Commentary

U.S. Supreme Court out of touch with most Americans

A majority, including in Oregon and the Northwest, reject the court’s anachronistic views of the world and future

July 13, 2022 5:30 am

A push by Democrats in Congress to expand the U.S. Supreme Court in unlikely to go anywhere. (Nevada Current)

I woke up the morning of July 4th feeling cynical about “Independence Day” after the recent slew of  Supreme Court decisions that essentially eviscerated long-standing constitutional rights and protections considered core to our democracy.

With Dobbs v. Jackson, the Supreme Court’s newly anointed conservative supermajority stripped women of the constitutional guarantee to decide whether to carry a pregnancy to term. The court’s six conservatives punted the abortion question to our dysfunctional Congress and gerrymandered state legislatures, giving politicians and the religious right more control over women’s uteruses than they or their doctors have. 

In Carson v. Makin, the court ruled the state of Maine must use tax dollars to help fund religious education, chipping away at the Establishment Clause of the U.S. Constitution that guarantees that the government shall not endorse a religion. 

In New York State Rifle & Pistol Association v. Bruen, the court abolished a century-old New York gun licensing requirement, paving the way for even broader expansion of gun rights in this Violent States of America. 

And with West Virginia v. EPA, gone is a significant amount of the authority the regulatory agency had to control carbon emissions and ameliorate the effects of climate change. 

As one would expect, the reactions to these decisions largely depend on which side of the political fault line one occupies. But no matter how many people are celebrating the court’s onerous opinions, every recent survey shows the vast majority of people in the U.S. see these changes as a grave threat to not only their liberty, but also to their lives. 

The majority of Americans consider the wall between church and state as inviolable. Our nation was founded on the principle that we are free to believe what we want. Theocracies and their stranglehold on culture and freedom is exactly what our forefathers did not want. Instead, our new court seems hell bent on shaping their opinions to suit their religious orthodoxy whether it is to force taxpayers to pay for religious education or to take away a woman’s right to choose. 

Americans by huge numbers also do not want to return to a time of deregulation. When people turn on their tap, they want to know they’re not sipping a chemical cocktail. When they spoon food into their babies’ mouths they want to rest assured it is not flavored with dioxin. And as extreme heat, fires and hurricanes become more and more common, they want our government agencies to not only clean up the mess but also do what they can to address its underlying causes.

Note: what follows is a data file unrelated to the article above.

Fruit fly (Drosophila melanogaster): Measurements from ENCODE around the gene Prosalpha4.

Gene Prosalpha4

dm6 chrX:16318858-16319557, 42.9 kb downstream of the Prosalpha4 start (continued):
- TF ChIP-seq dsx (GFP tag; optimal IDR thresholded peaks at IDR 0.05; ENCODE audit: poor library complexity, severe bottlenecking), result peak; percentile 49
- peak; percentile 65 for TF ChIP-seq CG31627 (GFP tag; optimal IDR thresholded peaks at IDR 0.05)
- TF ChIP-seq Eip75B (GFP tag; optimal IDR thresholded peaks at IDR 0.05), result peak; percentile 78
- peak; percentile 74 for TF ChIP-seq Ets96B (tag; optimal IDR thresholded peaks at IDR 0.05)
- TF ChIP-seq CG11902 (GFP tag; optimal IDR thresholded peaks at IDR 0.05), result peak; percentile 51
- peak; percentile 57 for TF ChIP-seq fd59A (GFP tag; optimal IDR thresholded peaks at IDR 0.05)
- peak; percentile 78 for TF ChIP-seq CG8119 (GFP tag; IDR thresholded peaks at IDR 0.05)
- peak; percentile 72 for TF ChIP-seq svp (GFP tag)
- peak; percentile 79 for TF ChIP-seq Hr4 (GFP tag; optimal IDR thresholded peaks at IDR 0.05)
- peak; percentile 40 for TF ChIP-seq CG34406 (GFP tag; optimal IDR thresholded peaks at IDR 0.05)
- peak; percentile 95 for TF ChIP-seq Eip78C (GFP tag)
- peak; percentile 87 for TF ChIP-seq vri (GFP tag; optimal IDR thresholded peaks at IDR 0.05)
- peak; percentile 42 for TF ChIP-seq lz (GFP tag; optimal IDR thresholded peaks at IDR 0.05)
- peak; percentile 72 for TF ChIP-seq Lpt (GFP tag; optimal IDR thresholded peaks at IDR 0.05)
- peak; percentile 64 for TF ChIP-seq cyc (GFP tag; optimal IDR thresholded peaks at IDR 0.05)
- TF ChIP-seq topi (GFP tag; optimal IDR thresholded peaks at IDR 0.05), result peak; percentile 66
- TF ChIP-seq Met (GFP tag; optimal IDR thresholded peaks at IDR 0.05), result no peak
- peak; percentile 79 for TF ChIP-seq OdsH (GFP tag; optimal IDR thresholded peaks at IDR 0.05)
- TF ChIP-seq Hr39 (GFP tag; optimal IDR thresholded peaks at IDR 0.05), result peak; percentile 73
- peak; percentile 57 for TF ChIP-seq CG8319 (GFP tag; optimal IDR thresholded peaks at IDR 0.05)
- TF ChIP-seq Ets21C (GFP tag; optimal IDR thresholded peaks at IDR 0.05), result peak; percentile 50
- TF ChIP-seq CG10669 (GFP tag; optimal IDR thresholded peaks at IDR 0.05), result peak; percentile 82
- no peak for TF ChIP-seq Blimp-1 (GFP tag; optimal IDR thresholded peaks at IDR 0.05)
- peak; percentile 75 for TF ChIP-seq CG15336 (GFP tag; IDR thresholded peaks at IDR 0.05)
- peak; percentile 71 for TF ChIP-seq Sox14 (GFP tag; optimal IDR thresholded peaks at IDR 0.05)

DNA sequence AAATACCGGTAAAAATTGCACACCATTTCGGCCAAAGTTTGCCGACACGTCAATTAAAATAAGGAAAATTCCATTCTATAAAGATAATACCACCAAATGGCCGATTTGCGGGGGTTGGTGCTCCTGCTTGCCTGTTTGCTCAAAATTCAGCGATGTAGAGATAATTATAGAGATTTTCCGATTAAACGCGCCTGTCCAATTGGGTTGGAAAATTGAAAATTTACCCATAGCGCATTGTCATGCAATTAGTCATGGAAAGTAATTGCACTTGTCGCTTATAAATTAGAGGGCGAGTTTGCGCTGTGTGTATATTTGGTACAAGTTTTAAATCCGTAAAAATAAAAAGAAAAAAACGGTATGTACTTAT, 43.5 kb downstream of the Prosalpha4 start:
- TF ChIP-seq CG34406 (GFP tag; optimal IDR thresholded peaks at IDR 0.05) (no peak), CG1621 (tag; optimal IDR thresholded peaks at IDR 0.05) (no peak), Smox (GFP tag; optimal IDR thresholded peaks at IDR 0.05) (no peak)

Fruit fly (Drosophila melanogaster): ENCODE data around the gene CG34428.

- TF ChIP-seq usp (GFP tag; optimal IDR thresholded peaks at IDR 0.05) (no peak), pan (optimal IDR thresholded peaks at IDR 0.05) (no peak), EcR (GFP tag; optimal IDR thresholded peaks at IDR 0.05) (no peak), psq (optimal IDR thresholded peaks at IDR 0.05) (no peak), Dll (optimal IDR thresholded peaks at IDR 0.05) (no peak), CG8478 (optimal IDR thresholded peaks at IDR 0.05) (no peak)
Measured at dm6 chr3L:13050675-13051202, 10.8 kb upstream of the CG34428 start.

And, of course, despite the oversized power of the gun industry and its minions, the vast majority of people think common sense gun control is not just important, it’s lifesaving. 

Just ask the people who ran for their lives at the 4th of July parade in Highland Park, or anyone unfortunate enough to have been present at one of the 314 other mass shootings that have occurred in the U.S. this year. Under the lens of this violent reality, the court’s calcified interpretation of the Constitution appears not just out of touch but craven. It takes incredible arrogance to presume our forefathers could possibly have anticipated the conditions of the world we live in today. Yet that is exactly the position from which these “originalist” judges rule. 

Fortunately we live in a state and region that rejects such anachronistic views of the world and our future. Shortly after the 4th of July massacre, the advocacy group Lift Every Voice Oregon announced it had exceeded the necessary number of signatures to get a gun safety measure on the November 2022 ballot. They said there has been a groundswell of support throughout the state.

On the reproductive front, legislators and governors of Oregon, Washington and California have thus far guaranteed that women will continue to have access to abortions no matter their situation or where they are from. Washington has already enshrined those protections in its Constitution. Oregon needs to do the same. 

On the environment, Oregon is part of the U.S. Climate Alliance, where 23 states have committed to reducing carbon emissions irregardless of the irresponsible actions of our high court. 

Still, the conservative bloc of the Supreme Court has just begun its mission to re-shape America. Last week the justices decided that they will hear arguments in a case that challenges the state courts’ ability to guarantee fair elections, and Justice Clarence Thomas has already indicated that the same logic used to gut Roe could also be used to kill gay marriage and a woman’s right to contraception.

If the senior justice and his conservative counterparts get their way, Independence Day celebrations may one day seem like a quaint tradition – a throwback to a time when our leaders honored liberty and people could attend 4th of July parades and not get shot. 

 

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Naseem Rakha

Naseem Rakha is a former public radio reporter, news show host and commentator. She is an author of the novel "The Crying Tree," which was inspired by her time covering two executions in Oregon. Naseem spends her time hiking, climbing, rafting and photographing areas throughout the American West.

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